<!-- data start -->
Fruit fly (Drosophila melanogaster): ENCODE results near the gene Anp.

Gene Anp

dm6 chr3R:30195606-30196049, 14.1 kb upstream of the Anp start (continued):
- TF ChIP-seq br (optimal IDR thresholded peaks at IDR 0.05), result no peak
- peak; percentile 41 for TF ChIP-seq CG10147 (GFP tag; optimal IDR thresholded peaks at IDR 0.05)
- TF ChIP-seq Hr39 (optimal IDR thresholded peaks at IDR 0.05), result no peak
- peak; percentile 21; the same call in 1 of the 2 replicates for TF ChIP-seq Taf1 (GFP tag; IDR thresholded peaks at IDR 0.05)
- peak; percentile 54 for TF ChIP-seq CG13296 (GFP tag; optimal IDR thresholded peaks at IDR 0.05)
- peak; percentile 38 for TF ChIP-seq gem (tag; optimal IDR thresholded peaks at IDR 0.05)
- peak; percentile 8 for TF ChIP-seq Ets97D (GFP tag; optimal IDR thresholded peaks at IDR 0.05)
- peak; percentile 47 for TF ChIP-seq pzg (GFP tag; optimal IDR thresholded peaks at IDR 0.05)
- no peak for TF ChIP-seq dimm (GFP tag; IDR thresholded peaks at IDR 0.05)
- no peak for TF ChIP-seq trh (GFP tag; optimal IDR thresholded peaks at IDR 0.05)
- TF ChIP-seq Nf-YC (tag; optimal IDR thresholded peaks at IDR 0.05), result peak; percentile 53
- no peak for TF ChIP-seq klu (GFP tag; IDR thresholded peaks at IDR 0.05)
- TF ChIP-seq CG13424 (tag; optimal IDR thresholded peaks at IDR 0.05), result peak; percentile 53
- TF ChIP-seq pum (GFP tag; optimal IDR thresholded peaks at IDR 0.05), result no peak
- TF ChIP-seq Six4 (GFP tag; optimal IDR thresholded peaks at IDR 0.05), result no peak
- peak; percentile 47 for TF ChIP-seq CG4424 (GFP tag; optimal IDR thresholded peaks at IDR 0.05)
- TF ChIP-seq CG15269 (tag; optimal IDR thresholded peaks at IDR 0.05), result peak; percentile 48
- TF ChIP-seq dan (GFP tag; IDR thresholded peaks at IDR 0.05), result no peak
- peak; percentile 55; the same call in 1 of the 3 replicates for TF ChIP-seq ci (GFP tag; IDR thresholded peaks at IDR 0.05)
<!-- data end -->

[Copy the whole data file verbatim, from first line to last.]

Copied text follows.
Fruit fly (Drosophila melanogaster): ENCODE results near the gene Anp.

Gene Anp

dm6 chr3R:30195606-30196049, 14.1 kb upstream of the Anp start (continued):
- TF ChIP-seq br (optimal IDR thresholded peaks at IDR 0.05), result no peak
- peak; percentile 41 for TF ChIP-seq CG10147 (GFP tag; optimal IDR thresholded peaks at IDR 0.05)
- TF ChIP-seq Hr39 (optimal IDR thresholded peaks at IDR 0.05), result no peak
- peak; percentile 21; the same call in 1 of the 2 replicates for TF ChIP-seq Taf1 (GFP tag; IDR thresholded peaks at IDR 0.05)
- peak; percentile 54 for TF ChIP-seq CG13296 (GFP tag; optimal IDR thresholded peaks at IDR 0.05)
- peak; percentile 38 for TF ChIP-seq gem (tag; optimal IDR thresholded peaks at IDR 0.05)
- peak; percentile 8 for TF ChIP-seq Ets97D (GFP tag; optimal IDR thresholded peaks at IDR 0.05)
- peak; percentile 47 for TF ChIP-seq pzg (GFP tag; optimal IDR thresholded peaks at IDR 0.05)
- no peak for TF ChIP-seq dimm (GFP tag; IDR thresholded peaks at IDR 0.05)
- no peak for TF ChIP-seq trh (GFP tag; optimal IDR thresholded peaks at IDR 0.05)
- TF ChIP-seq Nf-YC (tag; optimal IDR thresholded peaks at IDR 0.05), result peak; percentile 53
- no peak for TF ChIP-seq klu (GFP tag; IDR thresholded peaks at IDR 0.05)
- TF ChIP-seq CG13424 (tag; optimal IDR thresholded peaks at IDR 0.05), result peak; percentile 53
- TF ChIP-seq pum (GFP tag; optimal IDR thresholded peaks at IDR 0.05), result no peak
- TF ChIP-seq Six4 (GFP tag; optimal IDR thresholded peaks at IDR 0.05), result no peak
- peak; percentile 47 for TF ChIP-seq CG4424 (GFP tag; optimal IDR thresholded peaks at IDR 0.05)
- TF ChIP-seq CG15269 (tag; optimal IDR thresholded peaks at IDR 0.05), result peak; percentile 48
- TF ChIP-seq dan (GFP tag; IDR thresholded peaks at IDR 0.05), result no peak
- peak; percentile 55; the same call in 1 of the 3 replicates for TF ChIP-seq ci (GFP tag; IDR thresholded peaks at IDR 0.05)